A beekeeper, or apiarist, keeps bees in an apiary. Most beekeepers use a movable frame hive called Langstroth invented by American Reverend Langstroth. Inside the bee hive, the bees build cells upon the sheet of wax or plastic foundation in order to create complete honeycombs. But how do honey bees inside exactly operate? Let us take a closer look at these fascinating insects.
The body of honeybees is divided into three parts:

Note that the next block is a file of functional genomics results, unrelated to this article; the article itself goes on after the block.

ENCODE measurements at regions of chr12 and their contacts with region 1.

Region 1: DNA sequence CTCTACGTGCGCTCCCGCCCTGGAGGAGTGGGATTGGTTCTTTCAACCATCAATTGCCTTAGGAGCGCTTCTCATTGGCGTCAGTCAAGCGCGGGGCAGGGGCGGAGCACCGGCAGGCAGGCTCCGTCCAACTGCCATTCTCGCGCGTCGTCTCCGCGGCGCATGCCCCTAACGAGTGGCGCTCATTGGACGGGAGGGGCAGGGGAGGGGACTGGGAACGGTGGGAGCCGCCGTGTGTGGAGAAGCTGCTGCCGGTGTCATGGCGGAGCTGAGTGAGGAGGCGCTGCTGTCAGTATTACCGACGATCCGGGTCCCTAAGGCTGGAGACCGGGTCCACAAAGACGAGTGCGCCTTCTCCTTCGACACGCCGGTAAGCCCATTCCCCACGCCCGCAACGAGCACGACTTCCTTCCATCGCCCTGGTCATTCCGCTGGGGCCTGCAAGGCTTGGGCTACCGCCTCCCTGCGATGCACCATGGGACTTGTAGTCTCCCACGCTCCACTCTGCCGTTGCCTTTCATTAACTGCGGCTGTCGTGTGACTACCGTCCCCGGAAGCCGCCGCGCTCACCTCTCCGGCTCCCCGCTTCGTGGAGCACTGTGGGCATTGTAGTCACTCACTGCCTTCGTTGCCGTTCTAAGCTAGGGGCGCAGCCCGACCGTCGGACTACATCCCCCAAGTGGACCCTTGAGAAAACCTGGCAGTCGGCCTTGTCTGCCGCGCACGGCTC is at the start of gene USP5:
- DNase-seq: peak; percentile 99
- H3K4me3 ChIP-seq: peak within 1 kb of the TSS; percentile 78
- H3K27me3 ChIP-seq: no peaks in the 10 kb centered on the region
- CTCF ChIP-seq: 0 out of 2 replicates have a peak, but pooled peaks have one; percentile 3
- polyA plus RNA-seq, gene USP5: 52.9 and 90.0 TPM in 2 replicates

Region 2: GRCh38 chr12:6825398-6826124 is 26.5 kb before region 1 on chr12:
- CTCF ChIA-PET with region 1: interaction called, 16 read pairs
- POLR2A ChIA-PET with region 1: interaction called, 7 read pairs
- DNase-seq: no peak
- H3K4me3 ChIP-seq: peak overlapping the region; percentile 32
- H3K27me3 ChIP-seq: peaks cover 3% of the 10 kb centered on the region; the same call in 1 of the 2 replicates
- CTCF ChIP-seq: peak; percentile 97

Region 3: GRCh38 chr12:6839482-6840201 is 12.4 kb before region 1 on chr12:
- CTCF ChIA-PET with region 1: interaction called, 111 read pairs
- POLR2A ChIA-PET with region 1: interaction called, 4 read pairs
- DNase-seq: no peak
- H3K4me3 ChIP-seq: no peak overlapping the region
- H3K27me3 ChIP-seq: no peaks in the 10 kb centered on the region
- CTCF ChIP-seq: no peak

Head Thorax Abdomen
They are social insects that live in hives. They have six legs, a pair of antennae, jointed legs, compound eyes and a hard exoskeleton. All the bees inside the hive are related to one another.
Honeybees eat nectar which they turn into honey. The life cycle of bees is fascinating in itself as they undergo a complete metamorphosis. It starts with the queen laying eggs in a cell inside the wax comb. These immature bees are called brood. When the egg hatches, it turns into a larva which looks like a worm. Then it finally pupates into an adult bee.